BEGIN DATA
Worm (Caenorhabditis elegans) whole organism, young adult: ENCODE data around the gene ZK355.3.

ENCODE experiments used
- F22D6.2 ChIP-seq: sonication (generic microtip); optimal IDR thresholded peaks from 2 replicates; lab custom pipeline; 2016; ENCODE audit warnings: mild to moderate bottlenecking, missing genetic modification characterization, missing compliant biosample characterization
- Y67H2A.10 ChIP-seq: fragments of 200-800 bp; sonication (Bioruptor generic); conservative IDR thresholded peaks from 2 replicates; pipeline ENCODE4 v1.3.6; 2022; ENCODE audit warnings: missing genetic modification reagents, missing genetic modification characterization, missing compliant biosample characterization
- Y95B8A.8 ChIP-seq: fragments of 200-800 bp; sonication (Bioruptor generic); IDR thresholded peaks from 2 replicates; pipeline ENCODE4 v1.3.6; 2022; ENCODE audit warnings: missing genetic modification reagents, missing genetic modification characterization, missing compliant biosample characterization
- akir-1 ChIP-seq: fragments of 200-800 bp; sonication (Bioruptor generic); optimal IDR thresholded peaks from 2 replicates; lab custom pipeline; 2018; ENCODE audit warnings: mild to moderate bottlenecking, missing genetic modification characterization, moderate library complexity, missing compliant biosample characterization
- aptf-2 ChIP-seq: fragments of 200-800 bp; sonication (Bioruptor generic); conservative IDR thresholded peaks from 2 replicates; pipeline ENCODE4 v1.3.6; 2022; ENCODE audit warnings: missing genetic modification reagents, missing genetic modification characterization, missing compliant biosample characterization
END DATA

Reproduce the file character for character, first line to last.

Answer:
Worm (Caenorhabditis elegans) whole organism, young adult: ENCODE data around the gene ZK355.3.

ENCODE experiments used
- F22D6.2 ChIP-seq: sonication (generic microtip); optimal IDR thresholded peaks from 2 replicates; lab custom pipeline; 2016; ENCODE audit warnings: mild to moderate bottlenecking, missing genetic modification characterization, missing compliant biosample characterization
- Y67H2A.10 ChIP-seq: fragments of 200-800 bp; sonication (Bioruptor generic); conservative IDR thresholded peaks from 2 replicates; pipeline ENCODE4 v1.3.6; 2022; ENCODE audit warnings: missing genetic modification reagents, missing genetic modification characterization, missing compliant biosample characterization
- Y95B8A.8 ChIP-seq: fragments of 200-800 bp; sonication (Bioruptor generic); IDR thresholded peaks from 2 replicates; pipeline ENCODE4 v1.3.6; 2022; ENCODE audit warnings: missing genetic modification reagents, missing genetic modification characterization, missing compliant biosample characterization
- akir-1 ChIP-seq: fragments of 200-800 bp; sonication (Bioruptor generic); optimal IDR thresholded peaks from 2 replicates; lab custom pipeline; 2018; ENCODE audit warnings: mild to moderate bottlenecking, missing genetic modification characterization, moderate library complexity, missing compliant biosample characterization
- aptf-2 ChIP-seq: fragments of 200-800 bp; sonication (Bioruptor generic); conservative IDR thresholded peaks from 2 replicates; pipeline ENCODE4 v1.3.6; 2022; ENCODE audit warnings: missing genetic modification reagents, missing genetic modification characterization, missing compliant biosample characterization